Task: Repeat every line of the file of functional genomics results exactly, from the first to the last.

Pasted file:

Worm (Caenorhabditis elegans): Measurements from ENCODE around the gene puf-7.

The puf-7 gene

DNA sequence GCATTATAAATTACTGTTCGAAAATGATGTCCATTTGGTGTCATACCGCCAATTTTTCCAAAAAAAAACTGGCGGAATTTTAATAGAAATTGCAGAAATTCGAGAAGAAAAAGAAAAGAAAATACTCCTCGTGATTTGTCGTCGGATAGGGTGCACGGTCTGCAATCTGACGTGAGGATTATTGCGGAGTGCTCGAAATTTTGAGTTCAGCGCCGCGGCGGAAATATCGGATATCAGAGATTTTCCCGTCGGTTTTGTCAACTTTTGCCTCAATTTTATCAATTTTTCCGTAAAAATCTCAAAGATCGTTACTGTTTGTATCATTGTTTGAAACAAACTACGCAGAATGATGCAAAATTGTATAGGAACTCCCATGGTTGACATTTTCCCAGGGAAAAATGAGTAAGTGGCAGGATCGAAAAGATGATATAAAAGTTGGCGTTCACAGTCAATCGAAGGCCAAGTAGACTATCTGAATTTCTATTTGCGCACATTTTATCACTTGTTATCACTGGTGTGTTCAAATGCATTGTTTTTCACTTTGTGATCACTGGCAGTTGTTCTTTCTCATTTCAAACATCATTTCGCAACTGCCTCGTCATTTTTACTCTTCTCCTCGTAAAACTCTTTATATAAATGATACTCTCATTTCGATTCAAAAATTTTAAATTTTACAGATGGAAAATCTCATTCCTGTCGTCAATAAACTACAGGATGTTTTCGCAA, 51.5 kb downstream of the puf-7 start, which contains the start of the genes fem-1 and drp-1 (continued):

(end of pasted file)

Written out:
Worm (Caenorhabditis elegans): Measurements from ENCODE around the gene puf-7.

The puf-7 gene

DNA sequence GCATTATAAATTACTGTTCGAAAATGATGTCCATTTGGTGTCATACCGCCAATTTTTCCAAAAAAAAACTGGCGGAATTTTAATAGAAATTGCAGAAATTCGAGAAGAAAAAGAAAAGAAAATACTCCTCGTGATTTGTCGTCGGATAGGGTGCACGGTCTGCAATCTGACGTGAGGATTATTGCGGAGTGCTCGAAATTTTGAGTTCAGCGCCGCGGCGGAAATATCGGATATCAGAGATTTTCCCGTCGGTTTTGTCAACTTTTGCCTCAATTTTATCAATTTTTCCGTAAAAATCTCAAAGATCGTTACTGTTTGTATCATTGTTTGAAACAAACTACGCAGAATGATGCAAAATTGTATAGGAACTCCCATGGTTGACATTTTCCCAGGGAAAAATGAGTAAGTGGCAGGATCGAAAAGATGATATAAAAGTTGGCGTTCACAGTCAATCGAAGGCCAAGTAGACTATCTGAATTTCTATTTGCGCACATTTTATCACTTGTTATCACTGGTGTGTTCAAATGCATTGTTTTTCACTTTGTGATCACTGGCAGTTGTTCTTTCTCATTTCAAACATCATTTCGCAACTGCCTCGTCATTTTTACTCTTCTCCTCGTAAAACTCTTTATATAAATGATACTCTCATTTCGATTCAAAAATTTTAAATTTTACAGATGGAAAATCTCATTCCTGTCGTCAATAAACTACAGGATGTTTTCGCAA, 51.5 kb downstream of the puf-7 start, which contains the start of the genes fem-1 and drp-1 (continued):